Maxine Early is interviewed by Marygrove student Crystal Christian about her family's migration to Detroit in the early 1940s. Ms. Early's father moved to Detroit to find a job so he could support his family. About a year later he sent train tickets to his wife and children in Mississippi and they joined him in Detroit. Growing up, Ms. Early's house was a hub for extended family members who used it as a temporary residence after coming from the south to Detroit. In the south, the migrants said, people are "warmer" and friendlier; in the north, teachers assumed the children were behind in their work because they were from the "country" and held them back a grade.
- Date Interviewed: Thursday, 23 February 2012
- Marygrove Archives ARC-SP 0100 File #29
Patricia Flemings recalls her life growing up in Detroit. She also recounts the history of her parents and grandparent migrations to Detroit. She compares the past Detroit, particularly before the riots, to modern day Detroit. She talks of how drugs and fear of corrupt police officers, called the Big Four ruined the sense of safety in the neighborhoods. Later in the interview, Ms. Flemings talks about her great grandmothers recollections of being a house slave. There are also suggestions as to how Detroit can be fixed over time.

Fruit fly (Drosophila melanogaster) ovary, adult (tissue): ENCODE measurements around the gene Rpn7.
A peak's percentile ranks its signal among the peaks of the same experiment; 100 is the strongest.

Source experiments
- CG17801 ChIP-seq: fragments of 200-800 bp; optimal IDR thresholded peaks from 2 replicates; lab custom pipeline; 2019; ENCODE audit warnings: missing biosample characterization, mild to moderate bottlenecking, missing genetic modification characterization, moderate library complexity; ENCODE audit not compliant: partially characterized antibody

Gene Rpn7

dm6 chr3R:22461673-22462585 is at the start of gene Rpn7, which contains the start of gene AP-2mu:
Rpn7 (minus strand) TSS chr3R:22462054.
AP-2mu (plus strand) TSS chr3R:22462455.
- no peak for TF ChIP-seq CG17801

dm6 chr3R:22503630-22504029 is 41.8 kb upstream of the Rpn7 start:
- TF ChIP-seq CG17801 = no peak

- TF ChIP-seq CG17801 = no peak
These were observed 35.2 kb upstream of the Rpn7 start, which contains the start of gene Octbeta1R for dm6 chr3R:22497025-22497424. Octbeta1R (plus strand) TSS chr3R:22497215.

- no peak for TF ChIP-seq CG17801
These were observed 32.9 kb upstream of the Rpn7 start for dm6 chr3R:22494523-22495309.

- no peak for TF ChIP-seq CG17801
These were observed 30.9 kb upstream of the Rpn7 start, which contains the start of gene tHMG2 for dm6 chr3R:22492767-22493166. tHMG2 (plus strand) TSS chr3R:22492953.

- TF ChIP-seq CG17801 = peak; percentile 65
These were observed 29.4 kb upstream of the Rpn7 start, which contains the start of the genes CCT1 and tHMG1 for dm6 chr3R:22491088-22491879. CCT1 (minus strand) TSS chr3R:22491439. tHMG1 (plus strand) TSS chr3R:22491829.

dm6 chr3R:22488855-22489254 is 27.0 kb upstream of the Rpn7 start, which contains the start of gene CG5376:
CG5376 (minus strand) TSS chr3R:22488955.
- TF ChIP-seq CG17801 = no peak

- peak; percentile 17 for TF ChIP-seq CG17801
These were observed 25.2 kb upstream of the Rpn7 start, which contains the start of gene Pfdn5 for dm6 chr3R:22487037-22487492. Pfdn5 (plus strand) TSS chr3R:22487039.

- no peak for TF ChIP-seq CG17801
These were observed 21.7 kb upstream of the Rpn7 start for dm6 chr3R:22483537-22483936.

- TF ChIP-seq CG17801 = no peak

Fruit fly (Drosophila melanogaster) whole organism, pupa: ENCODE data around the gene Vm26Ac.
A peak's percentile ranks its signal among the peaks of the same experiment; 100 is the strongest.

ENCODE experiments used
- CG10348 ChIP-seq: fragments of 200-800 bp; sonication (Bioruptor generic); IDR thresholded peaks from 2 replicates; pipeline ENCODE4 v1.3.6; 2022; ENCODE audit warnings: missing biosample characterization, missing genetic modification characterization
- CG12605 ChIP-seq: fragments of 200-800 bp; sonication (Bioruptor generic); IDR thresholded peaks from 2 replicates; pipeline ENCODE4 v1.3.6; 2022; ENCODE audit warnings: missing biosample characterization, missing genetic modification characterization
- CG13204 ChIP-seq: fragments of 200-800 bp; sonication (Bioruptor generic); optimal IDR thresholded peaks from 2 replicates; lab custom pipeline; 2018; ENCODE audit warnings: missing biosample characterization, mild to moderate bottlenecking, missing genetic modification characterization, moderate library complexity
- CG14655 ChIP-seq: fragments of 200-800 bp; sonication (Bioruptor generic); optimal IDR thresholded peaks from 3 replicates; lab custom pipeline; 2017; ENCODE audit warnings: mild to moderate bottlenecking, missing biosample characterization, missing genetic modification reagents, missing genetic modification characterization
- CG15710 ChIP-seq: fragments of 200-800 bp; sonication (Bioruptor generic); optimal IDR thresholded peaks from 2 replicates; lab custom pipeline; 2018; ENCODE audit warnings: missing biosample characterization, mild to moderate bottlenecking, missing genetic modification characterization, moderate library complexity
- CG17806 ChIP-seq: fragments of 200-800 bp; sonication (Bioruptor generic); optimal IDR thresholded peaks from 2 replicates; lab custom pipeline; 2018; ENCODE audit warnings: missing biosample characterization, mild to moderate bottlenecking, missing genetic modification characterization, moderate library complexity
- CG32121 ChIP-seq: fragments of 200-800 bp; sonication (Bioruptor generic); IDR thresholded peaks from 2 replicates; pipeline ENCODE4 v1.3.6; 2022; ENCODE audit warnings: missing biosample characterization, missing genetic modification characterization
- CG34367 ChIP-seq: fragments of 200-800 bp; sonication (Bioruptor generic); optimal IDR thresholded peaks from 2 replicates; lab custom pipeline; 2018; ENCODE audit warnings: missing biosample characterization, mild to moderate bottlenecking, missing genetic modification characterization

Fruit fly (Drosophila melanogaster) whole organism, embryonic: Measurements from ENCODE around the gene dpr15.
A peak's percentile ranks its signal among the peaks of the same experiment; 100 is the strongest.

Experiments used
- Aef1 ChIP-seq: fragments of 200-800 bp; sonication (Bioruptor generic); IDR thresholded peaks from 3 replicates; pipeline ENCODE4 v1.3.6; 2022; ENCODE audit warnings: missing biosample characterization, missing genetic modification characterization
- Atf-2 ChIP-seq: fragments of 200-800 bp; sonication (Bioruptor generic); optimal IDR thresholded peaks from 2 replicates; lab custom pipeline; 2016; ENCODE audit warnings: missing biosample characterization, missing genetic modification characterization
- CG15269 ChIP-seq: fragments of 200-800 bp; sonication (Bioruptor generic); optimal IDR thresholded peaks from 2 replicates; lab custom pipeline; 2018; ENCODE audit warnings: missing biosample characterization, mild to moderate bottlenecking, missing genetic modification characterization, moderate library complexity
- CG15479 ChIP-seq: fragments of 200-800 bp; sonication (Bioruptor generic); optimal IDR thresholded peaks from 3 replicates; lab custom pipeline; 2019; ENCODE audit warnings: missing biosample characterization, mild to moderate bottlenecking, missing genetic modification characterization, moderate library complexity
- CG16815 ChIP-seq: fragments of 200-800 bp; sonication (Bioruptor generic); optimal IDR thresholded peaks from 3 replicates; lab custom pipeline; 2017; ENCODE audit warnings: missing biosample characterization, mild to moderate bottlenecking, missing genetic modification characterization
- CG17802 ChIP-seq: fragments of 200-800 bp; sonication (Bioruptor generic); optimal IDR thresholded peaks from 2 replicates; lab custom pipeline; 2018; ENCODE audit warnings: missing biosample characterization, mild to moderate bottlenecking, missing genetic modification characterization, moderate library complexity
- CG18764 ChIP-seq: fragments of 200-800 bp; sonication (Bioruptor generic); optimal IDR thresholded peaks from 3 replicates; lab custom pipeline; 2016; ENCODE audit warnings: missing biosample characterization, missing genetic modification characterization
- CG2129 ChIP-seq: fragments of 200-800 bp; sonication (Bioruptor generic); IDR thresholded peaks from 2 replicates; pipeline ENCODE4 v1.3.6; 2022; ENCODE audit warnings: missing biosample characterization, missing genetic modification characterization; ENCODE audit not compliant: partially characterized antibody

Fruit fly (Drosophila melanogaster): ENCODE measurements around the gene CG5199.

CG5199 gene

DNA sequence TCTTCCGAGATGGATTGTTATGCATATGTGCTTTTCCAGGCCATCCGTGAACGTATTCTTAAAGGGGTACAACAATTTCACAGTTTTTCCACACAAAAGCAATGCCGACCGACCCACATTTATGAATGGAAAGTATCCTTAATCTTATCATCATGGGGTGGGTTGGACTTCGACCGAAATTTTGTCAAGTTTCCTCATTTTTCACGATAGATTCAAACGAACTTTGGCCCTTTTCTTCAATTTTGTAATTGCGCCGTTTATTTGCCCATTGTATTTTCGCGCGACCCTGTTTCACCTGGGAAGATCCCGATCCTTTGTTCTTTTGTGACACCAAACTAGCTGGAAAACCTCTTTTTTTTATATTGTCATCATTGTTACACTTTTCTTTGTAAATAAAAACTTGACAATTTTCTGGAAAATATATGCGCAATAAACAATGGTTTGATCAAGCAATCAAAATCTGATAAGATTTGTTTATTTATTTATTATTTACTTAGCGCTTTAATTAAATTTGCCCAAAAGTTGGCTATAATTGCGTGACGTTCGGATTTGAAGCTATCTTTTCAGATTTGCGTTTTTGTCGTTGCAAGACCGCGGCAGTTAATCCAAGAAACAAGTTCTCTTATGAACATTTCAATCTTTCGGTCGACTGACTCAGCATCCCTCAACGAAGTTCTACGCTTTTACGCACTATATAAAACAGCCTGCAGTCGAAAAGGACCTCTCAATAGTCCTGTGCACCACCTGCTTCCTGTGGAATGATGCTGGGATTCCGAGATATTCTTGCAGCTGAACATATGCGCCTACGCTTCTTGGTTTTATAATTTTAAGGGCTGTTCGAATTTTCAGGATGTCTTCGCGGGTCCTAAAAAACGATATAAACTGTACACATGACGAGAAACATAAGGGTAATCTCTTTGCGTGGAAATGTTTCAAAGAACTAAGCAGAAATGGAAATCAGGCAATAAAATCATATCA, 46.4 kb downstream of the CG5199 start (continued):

- Date Interviewed: Saturday, 08 March 2014
- Marygrove Archives ARC-SP 0100 File # 36